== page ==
Magdalene

  • 1990
  • Movie
  • NR
  • Romance

In this sluggish historical romance, former "General Hospital" star Steve Bond plays a selfless priest who not only finds time to be tempted by laundress/slut Nastassja Kinski but also manages to pen the lyrics to the Christmas hymn "Silent Night." All is not well in Germany. Rogues wander the roads, terrorizing wayfarers; Catholic Church officials keep...read more

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In this sluggish historical romance, former "General Hospital" star Steve Bond plays a selfless priest who not only finds time to be tempted by laundress/slut Nastassja Kinski but also manages to pen the lyrics to the Christmas hymn "Silent Night." All is not well in Germany. Rogues wander

the roads, terrorizing wayfarers; Catholic Church officials keep a stranglehold on local politics and land values. Into this maelstrom of intrigue and religious hypocrisy comes Father Mohr (Bond). While the emperor is busy repressing a radical student movement, the Church is making crooked deals

with swinish politicians like von Seidl (David Warner), who fears Father Mohr's incorruptible presence. Immediately, the new priest makes waves by mingling with the riff-raff at the local tavern and catching the eye of Magdalene (Kinski), a barmaid who (we later learn) has been sexually abused by

von Seidl since childhood. While the prelate and the tavern wench grapple with their mutual attraction, (1) the bandit Janza (Franco Nero) pursues both his reluctant fiancee, Magdalene, and a life of crime, (2) von Seidl and the Prior (Gunter Meisner) discuss plans to eliminate Mohr, (3) von Seidl

meets secretly with Magdalene and tries to force her to sign a confession falsely accusing Father Mohr of being her lover. During a struggle, von Seidl stabs Magdalene accidentally, but she is rescued by Janza and nursed back to health by the priest. Although Magdalene starts a new unsullied life

as a laundress, the Prior tries to entangle her in his evil web and even attempts her abduction. Redeemed by their impossible love, Magdalene and Father Mohr are reunited, but nothing carnal transpires between them, except in his dreams. In the meantime, none of the Church power-brokers take

notice of the Prior's insinuations, and Janza is wounded but escapes from soldiers and confesses his life of crime. Reassigned to another parish, Father Mohr takes time out from his soul-searching and his busy schedule of saving the souls of bandits and barmaids and writes "Silent Night" with town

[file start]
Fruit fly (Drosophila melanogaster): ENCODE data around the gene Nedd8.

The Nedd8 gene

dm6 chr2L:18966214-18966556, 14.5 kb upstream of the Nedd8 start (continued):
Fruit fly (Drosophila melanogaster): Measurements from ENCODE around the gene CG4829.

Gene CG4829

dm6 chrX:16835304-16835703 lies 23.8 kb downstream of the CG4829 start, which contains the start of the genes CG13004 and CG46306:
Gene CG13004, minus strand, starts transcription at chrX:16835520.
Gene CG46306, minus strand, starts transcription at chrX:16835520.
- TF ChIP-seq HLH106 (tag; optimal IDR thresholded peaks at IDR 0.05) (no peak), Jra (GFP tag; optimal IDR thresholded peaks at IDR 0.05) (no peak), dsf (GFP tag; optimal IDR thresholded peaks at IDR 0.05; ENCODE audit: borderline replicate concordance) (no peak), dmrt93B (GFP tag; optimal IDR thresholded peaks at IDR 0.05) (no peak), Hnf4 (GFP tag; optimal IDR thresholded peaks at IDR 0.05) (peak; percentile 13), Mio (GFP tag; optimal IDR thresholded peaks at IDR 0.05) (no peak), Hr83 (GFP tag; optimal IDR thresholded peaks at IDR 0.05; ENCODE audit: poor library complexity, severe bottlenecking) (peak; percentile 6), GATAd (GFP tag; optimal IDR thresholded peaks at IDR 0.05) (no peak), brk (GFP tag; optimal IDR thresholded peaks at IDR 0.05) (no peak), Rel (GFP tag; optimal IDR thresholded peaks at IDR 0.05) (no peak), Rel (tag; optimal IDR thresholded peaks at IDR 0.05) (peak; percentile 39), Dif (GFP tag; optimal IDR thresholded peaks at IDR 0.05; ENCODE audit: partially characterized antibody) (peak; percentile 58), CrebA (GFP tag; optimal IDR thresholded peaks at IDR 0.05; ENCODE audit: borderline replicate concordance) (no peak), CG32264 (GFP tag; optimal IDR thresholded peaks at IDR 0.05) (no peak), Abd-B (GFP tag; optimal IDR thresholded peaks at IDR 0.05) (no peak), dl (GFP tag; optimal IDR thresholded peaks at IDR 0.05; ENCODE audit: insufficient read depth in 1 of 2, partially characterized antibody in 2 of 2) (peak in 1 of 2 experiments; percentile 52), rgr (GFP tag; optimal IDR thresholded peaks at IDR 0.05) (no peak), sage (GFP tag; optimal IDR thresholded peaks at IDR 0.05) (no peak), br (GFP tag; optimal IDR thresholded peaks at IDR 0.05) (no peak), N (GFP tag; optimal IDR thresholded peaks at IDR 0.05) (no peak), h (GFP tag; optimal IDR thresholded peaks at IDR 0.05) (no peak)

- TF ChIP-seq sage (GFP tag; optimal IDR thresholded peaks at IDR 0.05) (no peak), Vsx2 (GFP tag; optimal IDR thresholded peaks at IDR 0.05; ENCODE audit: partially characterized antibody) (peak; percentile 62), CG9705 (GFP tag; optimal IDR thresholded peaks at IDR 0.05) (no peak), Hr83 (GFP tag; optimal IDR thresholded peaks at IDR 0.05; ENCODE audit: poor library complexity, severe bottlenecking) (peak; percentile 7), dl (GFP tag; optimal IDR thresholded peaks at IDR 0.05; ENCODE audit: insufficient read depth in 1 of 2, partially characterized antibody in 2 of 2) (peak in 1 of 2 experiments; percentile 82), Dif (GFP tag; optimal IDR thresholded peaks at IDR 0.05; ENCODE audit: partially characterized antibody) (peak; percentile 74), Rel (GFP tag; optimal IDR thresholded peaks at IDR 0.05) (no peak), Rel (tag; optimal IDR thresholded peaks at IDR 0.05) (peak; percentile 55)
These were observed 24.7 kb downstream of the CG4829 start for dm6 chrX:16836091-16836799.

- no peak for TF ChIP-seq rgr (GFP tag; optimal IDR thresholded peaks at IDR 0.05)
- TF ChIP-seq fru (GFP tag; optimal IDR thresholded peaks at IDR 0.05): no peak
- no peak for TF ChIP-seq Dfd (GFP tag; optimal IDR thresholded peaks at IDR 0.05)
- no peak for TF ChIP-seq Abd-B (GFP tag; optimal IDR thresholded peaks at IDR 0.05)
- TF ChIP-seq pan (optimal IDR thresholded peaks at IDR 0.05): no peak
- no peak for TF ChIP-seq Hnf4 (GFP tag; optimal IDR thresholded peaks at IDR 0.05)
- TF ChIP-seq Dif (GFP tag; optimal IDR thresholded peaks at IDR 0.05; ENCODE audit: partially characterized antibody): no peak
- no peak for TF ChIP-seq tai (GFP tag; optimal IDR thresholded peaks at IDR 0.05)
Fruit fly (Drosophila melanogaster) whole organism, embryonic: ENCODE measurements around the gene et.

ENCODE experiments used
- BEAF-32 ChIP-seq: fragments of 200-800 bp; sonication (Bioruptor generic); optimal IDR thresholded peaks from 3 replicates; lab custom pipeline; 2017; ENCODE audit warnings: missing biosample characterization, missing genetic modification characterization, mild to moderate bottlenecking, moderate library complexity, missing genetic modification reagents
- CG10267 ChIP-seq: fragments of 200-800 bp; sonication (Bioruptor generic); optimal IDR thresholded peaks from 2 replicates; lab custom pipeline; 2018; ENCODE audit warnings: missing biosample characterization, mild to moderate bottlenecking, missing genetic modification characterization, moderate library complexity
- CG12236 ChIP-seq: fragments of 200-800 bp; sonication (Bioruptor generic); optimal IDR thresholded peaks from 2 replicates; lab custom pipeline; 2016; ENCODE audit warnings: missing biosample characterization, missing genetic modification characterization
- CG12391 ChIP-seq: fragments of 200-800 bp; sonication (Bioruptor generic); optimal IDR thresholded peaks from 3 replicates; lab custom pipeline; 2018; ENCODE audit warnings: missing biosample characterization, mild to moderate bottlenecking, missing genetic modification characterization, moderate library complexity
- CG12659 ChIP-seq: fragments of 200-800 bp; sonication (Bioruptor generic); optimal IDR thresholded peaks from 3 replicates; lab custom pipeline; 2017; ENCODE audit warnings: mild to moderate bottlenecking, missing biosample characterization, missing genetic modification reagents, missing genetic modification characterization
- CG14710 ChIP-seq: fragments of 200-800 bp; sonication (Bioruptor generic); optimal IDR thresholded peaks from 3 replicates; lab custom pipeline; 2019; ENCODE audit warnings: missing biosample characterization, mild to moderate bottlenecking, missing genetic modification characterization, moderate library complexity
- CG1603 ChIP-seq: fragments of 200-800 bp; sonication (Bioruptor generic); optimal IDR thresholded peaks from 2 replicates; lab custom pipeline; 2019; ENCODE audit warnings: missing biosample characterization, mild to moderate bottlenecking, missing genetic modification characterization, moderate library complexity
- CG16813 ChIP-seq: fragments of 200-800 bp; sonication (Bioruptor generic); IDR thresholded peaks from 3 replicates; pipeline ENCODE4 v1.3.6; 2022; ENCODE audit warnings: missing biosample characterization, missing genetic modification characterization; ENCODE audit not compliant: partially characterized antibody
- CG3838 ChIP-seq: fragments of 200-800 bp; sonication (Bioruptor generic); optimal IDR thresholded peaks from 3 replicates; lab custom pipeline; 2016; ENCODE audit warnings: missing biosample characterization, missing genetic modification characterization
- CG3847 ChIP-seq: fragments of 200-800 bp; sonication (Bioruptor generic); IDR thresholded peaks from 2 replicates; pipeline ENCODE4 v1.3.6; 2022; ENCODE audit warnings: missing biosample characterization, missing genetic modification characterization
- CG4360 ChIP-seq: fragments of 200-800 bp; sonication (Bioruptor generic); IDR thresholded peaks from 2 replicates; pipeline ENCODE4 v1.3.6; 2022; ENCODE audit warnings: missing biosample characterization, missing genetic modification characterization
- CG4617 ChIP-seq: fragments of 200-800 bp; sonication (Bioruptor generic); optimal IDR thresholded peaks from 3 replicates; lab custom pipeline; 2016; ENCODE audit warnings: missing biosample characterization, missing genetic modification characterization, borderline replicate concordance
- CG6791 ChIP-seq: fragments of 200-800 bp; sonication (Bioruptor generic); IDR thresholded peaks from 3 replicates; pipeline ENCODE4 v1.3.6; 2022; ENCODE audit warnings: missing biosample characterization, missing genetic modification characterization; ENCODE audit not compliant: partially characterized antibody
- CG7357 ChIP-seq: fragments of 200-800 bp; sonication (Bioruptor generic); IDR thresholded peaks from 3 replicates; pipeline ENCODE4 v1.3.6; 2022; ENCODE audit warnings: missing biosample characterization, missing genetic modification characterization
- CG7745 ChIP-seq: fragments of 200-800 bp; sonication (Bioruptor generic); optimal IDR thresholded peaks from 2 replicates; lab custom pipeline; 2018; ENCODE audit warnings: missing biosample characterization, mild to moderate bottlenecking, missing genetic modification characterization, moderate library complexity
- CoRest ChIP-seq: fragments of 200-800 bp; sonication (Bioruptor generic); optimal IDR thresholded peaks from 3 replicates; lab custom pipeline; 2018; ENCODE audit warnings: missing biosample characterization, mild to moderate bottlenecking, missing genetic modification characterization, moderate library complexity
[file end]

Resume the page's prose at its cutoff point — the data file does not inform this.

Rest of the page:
musician Franz Gruber. With a hit song added to his resume, the priest's religious stock rises; suddenly he finds it easier to remain celibate and love Magdalene platonically. God has won his heart.

Playing fast and loose with several historical events (all of which are reduced to the level of background for a Harlequin romance), MAGDALENE is a tepid love story that emits no heat and evinces no passion. What can you say about a movie whose hunky leading man, best-known as a beefcake poster

boy, is clothed up to his adam's apple in priestly garb throughout. It's like casting Steve Reeves as Truman Capote or Jayne Mansfield as Maria von Trapp. What we are left with is a clammy sex tease about a priest who doesn't succumb to the temptation of the flesh. Since all the

historical-political details are handled in mediocre fashion, our attention continually returns to the stalled central romance. Had the conniving of the church officials and the political upheaval been better handled, this might have added up to a more interesting movie. Fashioned like a cut-rate

mini-series, MAGDALENE never evokes a sense of the period or location. We know it's supposed to be taking place in the Europe of long ago, but the cast members could be portraying members of a modern folk dance group who've been stranded at a cultural festival in 1990. Nothing about MAGDALENE is

convincing except for Kinski, who brings surprising radiance and conviction to a standard fallen woman role; she should be getting the parts that are going to her clone, Isabella Rossellini. Although Mayne and Quayle comport themselves with dignity, bad guys Warner and Meisner seem to have studied

the fine art of hammy menace at an acting seminar held by Donald Pleasence and Jack Palance. Worse yet is the stiff Bond, whose idea of holiness is to stare straight ahead without blinking. Watching Bond piously spurn Kinski, viewers will yearn for "The Thornbirds." You will end up so bored with

unrequited love that you will want Magdalene to slip the priest a Mickey Finn and get it over with. If you are a sucker for historical fiction, you may find some enjoyment in this period piece, but true romantics will feel short-changed. Despite Kinski's allure, MAGDALENE creates no sexual sparks.

If this movie is to be believed, writing a hit song like "Silent Night" must be more fulfilling than a mad affair with a voluptuous barmaid. (Violence, adult situations.)

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  • Released: 1990
  • Rating: NR
  • Review: In this sluggish historical romance, former "General Hospital" star Steve Bond plays a selfless priest who not only finds time to be tempted by laundress/slut Nastassja Kinski but also manages to pen the lyrics to the Christmas hymn "Silent Night." All is… (more)

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